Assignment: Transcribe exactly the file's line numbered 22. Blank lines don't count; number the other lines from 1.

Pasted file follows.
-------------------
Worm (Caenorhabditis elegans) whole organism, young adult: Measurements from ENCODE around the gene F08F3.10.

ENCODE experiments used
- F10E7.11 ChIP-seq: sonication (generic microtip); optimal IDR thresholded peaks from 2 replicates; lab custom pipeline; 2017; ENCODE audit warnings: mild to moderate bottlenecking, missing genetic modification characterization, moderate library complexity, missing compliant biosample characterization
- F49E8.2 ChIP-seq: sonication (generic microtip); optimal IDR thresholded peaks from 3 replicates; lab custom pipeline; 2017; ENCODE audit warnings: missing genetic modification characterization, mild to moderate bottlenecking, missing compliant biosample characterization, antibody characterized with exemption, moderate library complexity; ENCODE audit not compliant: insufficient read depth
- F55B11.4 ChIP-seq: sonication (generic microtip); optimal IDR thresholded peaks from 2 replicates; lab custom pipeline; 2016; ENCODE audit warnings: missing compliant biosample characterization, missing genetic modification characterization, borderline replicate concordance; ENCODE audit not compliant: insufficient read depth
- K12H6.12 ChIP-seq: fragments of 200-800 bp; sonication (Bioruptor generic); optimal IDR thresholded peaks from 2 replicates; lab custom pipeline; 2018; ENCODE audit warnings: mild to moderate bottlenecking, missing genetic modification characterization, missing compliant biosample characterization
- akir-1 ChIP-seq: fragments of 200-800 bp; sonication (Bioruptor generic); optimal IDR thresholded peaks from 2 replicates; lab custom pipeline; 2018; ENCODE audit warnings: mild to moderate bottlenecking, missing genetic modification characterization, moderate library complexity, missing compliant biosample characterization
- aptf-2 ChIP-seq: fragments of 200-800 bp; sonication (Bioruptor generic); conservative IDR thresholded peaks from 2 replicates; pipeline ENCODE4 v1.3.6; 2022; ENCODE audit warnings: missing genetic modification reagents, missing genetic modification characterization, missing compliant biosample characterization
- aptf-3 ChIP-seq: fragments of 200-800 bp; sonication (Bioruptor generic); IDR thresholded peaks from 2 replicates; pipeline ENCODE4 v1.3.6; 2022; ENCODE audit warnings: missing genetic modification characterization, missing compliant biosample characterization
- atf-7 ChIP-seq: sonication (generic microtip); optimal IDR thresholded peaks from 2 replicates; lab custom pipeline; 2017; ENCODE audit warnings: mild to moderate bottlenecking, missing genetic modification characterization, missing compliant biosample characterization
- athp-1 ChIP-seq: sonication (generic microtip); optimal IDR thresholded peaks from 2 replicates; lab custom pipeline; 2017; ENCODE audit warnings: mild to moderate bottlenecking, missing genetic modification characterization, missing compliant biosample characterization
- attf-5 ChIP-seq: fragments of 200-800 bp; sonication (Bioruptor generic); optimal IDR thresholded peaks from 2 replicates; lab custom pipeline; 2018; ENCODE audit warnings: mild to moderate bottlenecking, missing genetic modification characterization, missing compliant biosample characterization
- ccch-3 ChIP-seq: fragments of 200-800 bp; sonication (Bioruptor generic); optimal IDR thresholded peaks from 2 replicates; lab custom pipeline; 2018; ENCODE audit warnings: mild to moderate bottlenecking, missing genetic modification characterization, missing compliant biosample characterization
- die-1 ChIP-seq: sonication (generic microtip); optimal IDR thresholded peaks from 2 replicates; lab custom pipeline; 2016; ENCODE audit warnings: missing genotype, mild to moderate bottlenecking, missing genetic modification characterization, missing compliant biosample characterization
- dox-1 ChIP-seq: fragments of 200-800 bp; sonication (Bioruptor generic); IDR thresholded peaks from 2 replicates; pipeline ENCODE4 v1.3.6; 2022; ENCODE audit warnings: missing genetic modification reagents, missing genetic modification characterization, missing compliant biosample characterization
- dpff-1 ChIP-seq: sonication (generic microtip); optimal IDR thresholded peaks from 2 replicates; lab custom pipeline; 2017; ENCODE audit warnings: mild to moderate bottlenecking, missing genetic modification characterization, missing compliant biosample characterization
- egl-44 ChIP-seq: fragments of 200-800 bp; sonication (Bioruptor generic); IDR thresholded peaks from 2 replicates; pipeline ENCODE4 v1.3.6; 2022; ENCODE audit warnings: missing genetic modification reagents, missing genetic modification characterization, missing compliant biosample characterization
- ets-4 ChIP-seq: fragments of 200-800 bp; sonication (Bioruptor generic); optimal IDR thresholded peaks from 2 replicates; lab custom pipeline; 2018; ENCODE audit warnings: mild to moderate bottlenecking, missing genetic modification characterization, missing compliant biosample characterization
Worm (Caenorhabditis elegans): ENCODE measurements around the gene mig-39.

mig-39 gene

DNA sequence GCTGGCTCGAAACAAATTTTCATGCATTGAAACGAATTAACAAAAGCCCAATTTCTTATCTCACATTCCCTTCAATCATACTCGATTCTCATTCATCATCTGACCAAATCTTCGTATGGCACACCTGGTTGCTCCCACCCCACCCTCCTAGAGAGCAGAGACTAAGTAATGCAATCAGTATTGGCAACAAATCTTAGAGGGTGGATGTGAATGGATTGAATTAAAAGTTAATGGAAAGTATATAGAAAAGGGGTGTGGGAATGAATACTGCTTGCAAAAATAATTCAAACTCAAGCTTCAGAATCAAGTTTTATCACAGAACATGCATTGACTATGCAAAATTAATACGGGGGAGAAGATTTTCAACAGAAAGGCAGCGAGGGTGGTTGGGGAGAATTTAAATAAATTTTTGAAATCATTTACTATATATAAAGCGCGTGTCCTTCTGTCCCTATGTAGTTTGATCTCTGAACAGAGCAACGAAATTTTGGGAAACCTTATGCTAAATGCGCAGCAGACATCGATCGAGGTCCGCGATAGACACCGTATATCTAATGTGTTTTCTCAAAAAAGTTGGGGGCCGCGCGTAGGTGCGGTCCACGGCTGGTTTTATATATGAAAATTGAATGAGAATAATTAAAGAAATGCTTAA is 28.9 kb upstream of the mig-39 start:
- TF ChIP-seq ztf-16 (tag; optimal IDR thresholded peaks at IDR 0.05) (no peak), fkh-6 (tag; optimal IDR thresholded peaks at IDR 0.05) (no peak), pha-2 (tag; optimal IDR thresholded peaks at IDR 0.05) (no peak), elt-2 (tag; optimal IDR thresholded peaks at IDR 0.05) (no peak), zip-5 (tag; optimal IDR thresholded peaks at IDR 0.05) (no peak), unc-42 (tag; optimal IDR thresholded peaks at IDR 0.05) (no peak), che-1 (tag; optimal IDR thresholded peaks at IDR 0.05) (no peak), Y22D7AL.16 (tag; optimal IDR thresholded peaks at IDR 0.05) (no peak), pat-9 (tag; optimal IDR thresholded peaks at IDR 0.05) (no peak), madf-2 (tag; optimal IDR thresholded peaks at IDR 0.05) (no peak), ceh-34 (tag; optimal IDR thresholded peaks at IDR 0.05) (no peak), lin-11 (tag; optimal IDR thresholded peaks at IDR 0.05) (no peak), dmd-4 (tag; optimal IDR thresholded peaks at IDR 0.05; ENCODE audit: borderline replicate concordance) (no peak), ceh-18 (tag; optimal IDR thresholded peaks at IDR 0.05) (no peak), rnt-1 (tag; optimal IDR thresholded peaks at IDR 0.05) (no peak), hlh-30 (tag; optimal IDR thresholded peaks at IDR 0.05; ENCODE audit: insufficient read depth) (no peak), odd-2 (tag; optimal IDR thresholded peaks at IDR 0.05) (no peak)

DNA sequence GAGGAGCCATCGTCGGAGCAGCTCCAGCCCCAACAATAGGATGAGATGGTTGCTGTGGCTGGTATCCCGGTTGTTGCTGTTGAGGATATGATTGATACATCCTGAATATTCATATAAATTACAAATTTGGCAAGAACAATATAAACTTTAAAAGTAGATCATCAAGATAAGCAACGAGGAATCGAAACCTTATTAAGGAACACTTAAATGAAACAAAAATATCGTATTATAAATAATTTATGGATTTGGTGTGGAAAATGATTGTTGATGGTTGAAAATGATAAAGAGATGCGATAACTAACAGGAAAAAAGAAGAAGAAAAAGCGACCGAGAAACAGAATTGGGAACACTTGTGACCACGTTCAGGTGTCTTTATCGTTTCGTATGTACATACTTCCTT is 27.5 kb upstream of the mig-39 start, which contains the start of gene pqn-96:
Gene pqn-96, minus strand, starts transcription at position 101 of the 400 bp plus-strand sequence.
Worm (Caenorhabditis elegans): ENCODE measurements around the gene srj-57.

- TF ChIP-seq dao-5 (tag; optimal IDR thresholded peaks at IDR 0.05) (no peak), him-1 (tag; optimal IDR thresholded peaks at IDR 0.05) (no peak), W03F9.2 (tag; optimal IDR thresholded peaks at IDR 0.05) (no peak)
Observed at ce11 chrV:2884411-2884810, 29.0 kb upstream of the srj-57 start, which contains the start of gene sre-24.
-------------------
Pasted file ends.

- TF ChIP-seq ztf-16 (tag; optimal IDR thresholded peaks at IDR 0.05) (no peak), fkh-6 (tag; optimal IDR thresholded peaks at IDR 0.05) (no peak), pha-2 (tag; optimal IDR thresholded peaks at IDR 0.05) (no peak), elt-2 (tag; optimal IDR thresholded peaks at IDR 0.05) (no peak), zip-5 (tag; optimal IDR thresholded peaks at IDR 0.05) (no peak), unc-42 (tag; optimal IDR thresholded peaks at IDR 0.05) (no peak), che-1 (tag; optimal IDR thresholded peaks at IDR 0.05) (no peak), Y22D7AL.16 (tag; optimal IDR thresholded peaks at IDR 0.05) (no peak), pat-9 (tag; optimal IDR thresholded peaks at IDR 0.05) (no peak), madf-2 (tag; optimal IDR thresholded peaks at IDR 0.05) (no peak), ceh-34 (tag; optimal IDR thresholded peaks at IDR 0.05) (no peak), lin-11 (tag; optimal IDR thresholded peaks at IDR 0.05) (no peak), dmd-4 (tag; optimal IDR thresholded peaks at IDR 0.05; ENCODE audit: borderline replicate concordance) (no peak), ceh-18 (tag; optimal IDR thresholded peaks at IDR 0.05) (no peak), rnt-1 (tag; optimal IDR thresholded peaks at IDR 0.05) (no peak), hlh-30 (tag; optimal IDR thresholded peaks at IDR 0.05; ENCODE audit: insufficient read depth) (no peak), odd-2 (tag; optimal IDR thresholded peaks at IDR 0.05) (no peak)